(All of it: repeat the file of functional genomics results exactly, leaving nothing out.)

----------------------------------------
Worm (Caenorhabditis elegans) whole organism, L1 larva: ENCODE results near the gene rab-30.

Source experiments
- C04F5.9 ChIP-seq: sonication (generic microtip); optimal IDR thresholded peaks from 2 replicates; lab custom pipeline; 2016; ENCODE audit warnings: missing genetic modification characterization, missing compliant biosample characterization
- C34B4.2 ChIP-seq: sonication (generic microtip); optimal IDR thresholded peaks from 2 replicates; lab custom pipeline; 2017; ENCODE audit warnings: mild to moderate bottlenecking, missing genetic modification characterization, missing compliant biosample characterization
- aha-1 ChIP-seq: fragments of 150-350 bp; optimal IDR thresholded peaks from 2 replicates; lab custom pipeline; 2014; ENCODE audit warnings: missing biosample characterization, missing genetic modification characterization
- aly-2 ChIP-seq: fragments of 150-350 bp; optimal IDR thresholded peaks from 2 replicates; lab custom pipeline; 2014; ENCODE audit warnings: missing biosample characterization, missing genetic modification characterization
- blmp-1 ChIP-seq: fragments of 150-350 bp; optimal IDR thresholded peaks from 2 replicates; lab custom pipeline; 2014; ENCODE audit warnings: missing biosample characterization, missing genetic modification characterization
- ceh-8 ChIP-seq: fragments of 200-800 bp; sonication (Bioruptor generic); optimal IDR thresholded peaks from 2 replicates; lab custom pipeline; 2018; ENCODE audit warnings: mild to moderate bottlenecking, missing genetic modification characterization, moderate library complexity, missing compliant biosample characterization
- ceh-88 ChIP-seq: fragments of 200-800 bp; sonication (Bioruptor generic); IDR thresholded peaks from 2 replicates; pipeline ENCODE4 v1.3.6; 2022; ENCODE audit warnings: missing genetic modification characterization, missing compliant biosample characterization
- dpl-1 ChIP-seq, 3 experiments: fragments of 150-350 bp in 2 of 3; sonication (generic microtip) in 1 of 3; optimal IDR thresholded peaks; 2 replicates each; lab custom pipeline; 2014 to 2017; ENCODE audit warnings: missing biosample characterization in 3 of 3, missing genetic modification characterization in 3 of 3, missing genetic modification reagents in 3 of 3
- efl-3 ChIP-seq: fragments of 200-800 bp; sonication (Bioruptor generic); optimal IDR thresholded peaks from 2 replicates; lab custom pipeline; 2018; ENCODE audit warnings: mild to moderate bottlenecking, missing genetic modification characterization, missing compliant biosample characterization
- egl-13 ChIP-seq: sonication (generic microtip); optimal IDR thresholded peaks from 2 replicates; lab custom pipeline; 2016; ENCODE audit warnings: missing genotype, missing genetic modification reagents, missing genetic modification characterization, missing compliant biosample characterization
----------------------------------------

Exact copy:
Worm (Caenorhabditis elegans) whole organism, L1 larva: ENCODE results near the gene rab-30.

Source experiments
- C04F5.9 ChIP-seq: sonication (generic microtip); optimal IDR thresholded peaks from 2 replicates; lab custom pipeline; 2016; ENCODE audit warnings: missing genetic modification characterization, missing compliant biosample characterization
- C34B4.2 ChIP-seq: sonication (generic microtip); optimal IDR thresholded peaks from 2 replicates; lab custom pipeline; 2017; ENCODE audit warnings: mild to moderate bottlenecking, missing genetic modification characterization, missing compliant biosample characterization
- aha-1 ChIP-seq: fragments of 150-350 bp; optimal IDR thresholded peaks from 2 replicates; lab custom pipeline; 2014; ENCODE audit warnings: missing biosample characterization, missing genetic modification characterization
- aly-2 ChIP-seq: fragments of 150-350 bp; optimal IDR thresholded peaks from 2 replicates; lab custom pipeline; 2014; ENCODE audit warnings: missing biosample characterization, missing genetic modification characterization
- blmp-1 ChIP-seq: fragments of 150-350 bp; optimal IDR thresholded peaks from 2 replicates; lab custom pipeline; 2014; ENCODE audit warnings: missing biosample characterization, missing genetic modification characterization
- ceh-8 ChIP-seq: fragments of 200-800 bp; sonication (Bioruptor generic); optimal IDR thresholded peaks from 2 replicates; lab custom pipeline; 2018; ENCODE audit warnings: mild to moderate bottlenecking, missing genetic modification characterization, moderate library complexity, missing compliant biosample characterization
- ceh-88 ChIP-seq: fragments of 200-800 bp; sonication (Bioruptor generic); IDR thresholded peaks from 2 replicates; pipeline ENCODE4 v1.3.6; 2022; ENCODE audit warnings: missing genetic modification characterization, missing compliant biosample characterization
- dpl-1 ChIP-seq, 3 experiments: fragments of 150-350 bp in 2 of 3; sonication (generic microtip) in 1 of 3; optimal IDR thresholded peaks; 2 replicates each; lab custom pipeline; 2014 to 2017; ENCODE audit warnings: missing biosample characterization in 3 of 3, missing genetic modification characterization in 3 of 3, missing genetic modification reagents in 3 of 3
- efl-3 ChIP-seq: fragments of 200-800 bp; sonication (Bioruptor generic); optimal IDR thresholded peaks from 2 replicates; lab custom pipeline; 2018; ENCODE audit warnings: mild to moderate bottlenecking, missing genetic modification characterization, missing compliant biosample characterization
- egl-13 ChIP-seq: sonication (generic microtip); optimal IDR thresholded peaks from 2 replicates; lab custom pipeline; 2016; ENCODE audit warnings: missing genotype, missing genetic modification reagents, missing genetic modification characterization, missing compliant biosample characterization